- Emphasize elementary STEM & science: These subjects continue to be a low priority in most school districts. Children often develop a STEM identity in elementary school. If we do not get them seeing themselves as a STEM person during the early years of their education, it’s often too late. Federal education policy, such as ESEA, continues to emphasize mathematics and literacy, so much so that many districts have limited emphasis on anything else. Current research has found that rich learning in science and social studies is critical for literacy learning, but these subjects remain stuck in their low priority siloes. Integrated learning needs further support, and we need to figure out how to mitigate the feeling that all subject areas are competing for time. Federal programs need to provide additional, quality resources into elementary educators’ hands. We need to examine how to shift ESSA Title and assessment policies that would allow for greater emphasis on science and STEM (described further below).
- Shift Federal ESSA Title programs: Title I limits districts to using “research-based” programs for mathematics and literacy. I have seen some of these programs in action. They are often painfully dull and hurt kids’ interest in learning. The research behind them was often funded by the companies selling these products. Implementation needs more flexibility, particularly to better engage students. Title II used to have dedicated funds for effective math, science, and STEM professional learning. When Title IIB funds left and IIA funds became more flexible, we almost completely lost sustained, university-supported teacher learning in science and STEM. Finally, while Title IV has fabulous provisions for STEM spending, STEM and science is often not prioritized by district; they also need more examples of how these funds could be used effectively.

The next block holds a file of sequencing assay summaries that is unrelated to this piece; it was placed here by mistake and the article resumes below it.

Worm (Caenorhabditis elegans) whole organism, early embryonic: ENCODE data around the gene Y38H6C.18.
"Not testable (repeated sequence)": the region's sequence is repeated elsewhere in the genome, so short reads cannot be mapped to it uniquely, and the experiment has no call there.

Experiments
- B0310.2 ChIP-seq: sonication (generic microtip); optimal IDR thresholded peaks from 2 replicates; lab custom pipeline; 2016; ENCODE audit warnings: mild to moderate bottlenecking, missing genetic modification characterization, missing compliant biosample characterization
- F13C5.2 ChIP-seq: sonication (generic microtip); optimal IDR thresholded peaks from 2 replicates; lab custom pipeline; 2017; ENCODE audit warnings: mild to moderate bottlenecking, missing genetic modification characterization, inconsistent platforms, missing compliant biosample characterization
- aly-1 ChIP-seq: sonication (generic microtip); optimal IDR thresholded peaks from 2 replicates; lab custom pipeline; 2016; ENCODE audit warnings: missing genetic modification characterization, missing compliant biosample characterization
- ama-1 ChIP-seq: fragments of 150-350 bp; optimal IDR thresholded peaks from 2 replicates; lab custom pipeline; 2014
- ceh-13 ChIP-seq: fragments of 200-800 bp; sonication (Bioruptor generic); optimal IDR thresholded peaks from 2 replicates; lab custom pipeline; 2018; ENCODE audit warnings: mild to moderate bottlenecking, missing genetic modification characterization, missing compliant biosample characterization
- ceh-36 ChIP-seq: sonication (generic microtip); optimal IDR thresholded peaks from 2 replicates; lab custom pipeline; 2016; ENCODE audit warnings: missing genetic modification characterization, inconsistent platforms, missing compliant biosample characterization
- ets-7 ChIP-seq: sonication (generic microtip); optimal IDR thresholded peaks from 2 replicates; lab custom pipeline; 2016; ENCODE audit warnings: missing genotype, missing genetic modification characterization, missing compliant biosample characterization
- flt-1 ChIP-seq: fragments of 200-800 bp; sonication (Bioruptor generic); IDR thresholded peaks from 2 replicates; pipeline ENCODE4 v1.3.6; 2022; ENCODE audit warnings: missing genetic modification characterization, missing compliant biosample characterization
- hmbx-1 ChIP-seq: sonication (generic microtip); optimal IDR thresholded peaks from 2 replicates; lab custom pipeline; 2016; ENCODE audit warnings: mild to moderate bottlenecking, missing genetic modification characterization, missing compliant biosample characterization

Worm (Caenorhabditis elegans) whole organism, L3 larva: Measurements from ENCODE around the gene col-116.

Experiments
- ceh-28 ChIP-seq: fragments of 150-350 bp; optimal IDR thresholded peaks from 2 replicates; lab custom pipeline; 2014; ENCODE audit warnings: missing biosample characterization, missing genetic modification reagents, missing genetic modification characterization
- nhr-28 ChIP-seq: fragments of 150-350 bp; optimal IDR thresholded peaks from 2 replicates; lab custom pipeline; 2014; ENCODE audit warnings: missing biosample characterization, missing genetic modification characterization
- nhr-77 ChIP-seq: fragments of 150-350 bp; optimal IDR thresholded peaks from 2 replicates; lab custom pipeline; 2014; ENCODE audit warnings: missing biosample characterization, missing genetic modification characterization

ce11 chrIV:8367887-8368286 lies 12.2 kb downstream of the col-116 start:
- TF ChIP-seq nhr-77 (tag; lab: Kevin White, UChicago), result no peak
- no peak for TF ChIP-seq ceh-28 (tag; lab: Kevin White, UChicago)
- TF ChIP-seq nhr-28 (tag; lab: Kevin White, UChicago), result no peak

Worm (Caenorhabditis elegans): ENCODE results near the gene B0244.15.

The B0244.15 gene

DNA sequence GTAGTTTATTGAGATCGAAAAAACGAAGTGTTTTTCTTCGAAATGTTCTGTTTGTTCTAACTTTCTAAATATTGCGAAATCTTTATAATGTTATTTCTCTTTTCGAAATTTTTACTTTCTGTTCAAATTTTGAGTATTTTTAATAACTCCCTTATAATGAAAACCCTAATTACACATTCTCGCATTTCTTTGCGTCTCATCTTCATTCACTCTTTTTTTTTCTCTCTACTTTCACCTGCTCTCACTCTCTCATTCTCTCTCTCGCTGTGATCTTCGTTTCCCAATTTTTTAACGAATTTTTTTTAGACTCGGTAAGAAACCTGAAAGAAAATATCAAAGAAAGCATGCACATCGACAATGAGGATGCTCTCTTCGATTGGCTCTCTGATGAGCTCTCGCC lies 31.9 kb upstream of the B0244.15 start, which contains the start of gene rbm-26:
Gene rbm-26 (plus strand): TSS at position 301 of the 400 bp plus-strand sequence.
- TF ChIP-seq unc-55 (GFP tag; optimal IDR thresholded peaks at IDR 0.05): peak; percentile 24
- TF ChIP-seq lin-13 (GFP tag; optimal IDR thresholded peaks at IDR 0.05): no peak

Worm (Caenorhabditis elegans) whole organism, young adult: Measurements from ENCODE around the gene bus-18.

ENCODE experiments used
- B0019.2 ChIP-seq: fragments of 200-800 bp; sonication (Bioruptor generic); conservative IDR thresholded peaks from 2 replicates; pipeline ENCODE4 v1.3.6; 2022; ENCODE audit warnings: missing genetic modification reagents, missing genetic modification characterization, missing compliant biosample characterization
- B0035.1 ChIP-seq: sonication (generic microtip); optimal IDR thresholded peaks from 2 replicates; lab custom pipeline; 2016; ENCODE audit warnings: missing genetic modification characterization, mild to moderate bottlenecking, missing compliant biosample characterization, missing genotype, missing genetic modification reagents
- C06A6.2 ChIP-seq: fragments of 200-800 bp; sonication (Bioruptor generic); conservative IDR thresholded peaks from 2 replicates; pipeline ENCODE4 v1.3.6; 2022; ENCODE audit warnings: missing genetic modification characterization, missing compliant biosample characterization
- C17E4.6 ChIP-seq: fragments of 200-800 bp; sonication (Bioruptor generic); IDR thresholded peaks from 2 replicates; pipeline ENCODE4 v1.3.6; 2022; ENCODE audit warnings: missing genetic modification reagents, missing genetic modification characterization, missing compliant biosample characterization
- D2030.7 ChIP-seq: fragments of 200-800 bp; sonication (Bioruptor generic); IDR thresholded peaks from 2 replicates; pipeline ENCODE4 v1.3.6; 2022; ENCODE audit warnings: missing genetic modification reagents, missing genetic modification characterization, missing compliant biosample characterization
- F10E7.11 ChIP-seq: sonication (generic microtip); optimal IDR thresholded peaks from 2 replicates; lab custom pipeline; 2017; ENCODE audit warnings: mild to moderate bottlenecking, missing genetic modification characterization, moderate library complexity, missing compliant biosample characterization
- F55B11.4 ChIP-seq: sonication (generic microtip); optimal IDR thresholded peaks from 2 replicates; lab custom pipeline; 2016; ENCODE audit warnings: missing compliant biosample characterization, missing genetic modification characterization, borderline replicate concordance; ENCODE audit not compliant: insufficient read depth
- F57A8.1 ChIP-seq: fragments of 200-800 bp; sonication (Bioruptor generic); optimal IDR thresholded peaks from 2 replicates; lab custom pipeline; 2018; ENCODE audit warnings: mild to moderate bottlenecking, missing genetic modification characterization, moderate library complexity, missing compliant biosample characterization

- Make every goal link to equity: Everything done in the K-12 policy world needs a stronger emphasis on equity and access. For the most part, we are not making good progress for students from underrepresented groups. We are not closing opportunity gaps. And, there is no easy fix, it requires systems thinking. Federal grant programs, educator resources, and messaging from agencies could all better highlight how they are helping all students to build a STEM identity, to connect to their community, and to access exceptional opportunities.
- Innovate: Federal policy does not truly support innovation at scale. For example, in the state assessment space, there has been some allowance for more innovation, but there are too many constraints and not enough supports to have seen much uptick there. Current large-scale assessments, with budgets limiting their questioning options, continue to drive what is emphasized in the classroom, but they are not consistent with the full vision we have for our children. We need further support for innovative assessments. Standardized testing should not go away but could further reduce budgets by sampling groups of students rather than test them all. It could also shift emphasis to multi-level systems of assessment that are better able to provide more meaningful information about individual students.